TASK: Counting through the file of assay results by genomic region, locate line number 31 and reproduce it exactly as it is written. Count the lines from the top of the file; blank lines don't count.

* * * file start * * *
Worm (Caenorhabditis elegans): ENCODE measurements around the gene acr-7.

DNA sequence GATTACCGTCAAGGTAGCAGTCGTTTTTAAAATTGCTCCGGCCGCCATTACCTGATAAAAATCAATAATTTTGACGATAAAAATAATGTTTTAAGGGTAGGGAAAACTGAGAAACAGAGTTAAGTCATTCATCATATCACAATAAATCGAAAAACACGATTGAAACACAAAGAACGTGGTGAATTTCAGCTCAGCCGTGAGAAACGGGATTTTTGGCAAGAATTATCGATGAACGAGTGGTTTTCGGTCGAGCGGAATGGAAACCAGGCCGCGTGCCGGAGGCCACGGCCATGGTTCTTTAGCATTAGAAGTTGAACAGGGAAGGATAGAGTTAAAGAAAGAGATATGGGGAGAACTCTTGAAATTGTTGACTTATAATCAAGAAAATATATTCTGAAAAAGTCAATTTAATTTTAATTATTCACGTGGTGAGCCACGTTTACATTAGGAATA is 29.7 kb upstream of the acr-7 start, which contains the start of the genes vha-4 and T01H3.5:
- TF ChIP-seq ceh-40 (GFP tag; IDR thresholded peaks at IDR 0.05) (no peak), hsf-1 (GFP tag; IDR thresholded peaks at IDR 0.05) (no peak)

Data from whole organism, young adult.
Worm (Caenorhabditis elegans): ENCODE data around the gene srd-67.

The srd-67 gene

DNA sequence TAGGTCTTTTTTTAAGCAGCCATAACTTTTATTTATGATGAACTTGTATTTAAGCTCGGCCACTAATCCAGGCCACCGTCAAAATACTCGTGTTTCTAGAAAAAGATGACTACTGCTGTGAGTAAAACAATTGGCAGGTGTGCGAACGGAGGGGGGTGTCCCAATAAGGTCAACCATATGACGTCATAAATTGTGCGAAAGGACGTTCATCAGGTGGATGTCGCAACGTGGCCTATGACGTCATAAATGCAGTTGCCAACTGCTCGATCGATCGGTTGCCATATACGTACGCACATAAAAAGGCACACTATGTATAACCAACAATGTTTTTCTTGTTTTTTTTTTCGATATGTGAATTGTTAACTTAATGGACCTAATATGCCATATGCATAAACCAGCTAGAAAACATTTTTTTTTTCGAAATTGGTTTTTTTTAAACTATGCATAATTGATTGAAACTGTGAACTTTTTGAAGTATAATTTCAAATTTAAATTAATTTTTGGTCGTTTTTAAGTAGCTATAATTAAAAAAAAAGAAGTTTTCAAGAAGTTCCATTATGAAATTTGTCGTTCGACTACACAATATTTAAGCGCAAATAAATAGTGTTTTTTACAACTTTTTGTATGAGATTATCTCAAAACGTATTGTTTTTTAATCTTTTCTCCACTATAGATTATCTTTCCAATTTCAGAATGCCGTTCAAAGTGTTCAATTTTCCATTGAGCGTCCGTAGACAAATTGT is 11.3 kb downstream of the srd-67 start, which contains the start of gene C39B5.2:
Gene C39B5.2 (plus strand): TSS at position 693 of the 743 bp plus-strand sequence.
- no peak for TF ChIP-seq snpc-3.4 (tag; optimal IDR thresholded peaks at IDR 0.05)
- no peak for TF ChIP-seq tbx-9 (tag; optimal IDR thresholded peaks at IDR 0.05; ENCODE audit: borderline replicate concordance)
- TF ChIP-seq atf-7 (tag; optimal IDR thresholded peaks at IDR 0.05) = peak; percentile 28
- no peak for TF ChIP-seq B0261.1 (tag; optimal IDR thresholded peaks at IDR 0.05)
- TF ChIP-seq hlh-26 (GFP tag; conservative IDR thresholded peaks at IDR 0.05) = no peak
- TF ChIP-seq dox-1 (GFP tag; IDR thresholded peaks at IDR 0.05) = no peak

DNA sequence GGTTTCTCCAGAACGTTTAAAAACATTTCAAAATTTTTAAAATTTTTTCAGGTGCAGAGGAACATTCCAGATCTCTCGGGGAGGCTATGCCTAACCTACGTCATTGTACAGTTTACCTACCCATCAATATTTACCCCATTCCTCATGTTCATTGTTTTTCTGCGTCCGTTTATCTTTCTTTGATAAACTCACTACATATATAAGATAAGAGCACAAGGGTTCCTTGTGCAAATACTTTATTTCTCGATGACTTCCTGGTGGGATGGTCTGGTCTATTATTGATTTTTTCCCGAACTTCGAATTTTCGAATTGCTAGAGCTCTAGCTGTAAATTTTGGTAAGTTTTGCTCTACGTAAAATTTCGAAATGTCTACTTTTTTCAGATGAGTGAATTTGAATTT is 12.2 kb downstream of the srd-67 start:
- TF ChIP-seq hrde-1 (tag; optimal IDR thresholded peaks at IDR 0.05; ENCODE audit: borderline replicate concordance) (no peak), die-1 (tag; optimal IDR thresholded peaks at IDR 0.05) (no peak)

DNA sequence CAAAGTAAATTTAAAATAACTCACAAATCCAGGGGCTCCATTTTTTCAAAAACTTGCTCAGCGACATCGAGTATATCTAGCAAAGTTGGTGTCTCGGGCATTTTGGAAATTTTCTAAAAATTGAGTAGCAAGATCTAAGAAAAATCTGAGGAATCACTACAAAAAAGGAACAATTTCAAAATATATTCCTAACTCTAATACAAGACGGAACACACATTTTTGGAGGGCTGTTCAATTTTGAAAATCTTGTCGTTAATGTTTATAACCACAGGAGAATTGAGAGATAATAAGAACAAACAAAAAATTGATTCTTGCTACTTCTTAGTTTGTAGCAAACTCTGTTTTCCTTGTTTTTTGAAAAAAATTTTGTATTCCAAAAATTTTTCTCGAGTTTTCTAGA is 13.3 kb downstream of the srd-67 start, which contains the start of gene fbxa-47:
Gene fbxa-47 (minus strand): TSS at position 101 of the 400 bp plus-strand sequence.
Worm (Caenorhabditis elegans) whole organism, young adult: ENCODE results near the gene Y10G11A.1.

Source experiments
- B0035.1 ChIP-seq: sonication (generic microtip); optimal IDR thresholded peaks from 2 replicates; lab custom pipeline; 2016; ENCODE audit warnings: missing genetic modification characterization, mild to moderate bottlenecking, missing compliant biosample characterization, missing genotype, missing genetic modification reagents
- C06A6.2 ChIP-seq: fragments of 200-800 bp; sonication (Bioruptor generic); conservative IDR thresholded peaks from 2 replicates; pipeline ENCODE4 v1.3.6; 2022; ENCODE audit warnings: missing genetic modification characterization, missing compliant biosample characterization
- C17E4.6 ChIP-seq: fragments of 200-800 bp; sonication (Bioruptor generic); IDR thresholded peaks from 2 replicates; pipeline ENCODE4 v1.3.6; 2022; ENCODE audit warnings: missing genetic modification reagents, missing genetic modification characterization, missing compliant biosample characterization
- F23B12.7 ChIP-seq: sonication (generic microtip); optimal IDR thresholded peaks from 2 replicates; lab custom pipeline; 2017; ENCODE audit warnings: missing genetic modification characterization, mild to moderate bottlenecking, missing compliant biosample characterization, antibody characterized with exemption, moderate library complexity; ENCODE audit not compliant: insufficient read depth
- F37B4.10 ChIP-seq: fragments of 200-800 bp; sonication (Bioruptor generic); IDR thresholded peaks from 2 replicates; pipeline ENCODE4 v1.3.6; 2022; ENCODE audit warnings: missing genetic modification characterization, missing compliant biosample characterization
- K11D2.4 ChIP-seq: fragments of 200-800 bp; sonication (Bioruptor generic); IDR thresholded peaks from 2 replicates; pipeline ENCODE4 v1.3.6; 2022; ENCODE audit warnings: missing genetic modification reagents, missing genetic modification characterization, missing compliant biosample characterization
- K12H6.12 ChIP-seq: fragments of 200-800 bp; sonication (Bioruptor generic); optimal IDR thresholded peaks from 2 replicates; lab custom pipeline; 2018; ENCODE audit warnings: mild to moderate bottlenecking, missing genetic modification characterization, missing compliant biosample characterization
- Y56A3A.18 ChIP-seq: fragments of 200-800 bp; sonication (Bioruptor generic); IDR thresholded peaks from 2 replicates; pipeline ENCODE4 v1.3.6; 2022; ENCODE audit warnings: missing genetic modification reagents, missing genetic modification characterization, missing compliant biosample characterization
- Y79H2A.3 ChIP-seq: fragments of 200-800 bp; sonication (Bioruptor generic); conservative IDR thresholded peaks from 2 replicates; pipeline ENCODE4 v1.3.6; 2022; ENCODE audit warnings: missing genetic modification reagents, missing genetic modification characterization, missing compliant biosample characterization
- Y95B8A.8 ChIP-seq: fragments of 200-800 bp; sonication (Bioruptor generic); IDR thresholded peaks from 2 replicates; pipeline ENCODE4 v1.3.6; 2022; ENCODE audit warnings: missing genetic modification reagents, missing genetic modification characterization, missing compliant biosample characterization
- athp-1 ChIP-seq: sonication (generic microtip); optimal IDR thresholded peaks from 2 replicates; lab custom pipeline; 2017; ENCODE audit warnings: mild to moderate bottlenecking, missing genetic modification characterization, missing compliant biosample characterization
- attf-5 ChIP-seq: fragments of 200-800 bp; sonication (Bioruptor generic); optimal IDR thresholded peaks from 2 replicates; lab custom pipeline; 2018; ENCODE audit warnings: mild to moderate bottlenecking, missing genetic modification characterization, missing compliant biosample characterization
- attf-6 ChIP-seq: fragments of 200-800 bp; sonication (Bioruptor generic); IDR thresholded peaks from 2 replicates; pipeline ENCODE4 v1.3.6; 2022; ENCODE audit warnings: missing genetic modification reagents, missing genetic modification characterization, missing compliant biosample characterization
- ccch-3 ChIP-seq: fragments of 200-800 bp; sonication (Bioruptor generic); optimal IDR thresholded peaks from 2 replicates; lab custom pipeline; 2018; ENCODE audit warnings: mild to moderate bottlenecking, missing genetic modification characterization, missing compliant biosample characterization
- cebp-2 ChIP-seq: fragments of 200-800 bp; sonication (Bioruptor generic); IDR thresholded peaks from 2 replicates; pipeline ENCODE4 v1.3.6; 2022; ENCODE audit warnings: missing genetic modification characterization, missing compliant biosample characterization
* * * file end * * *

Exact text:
- athp-1 ChIP-seq: sonication (generic microtip); optimal IDR thresholded peaks from 2 replicates; lab custom pipeline; 2017; ENCODE audit warnings: mild to moderate bottlenecking, missing genetic modification characterization, missing compliant biosample characterization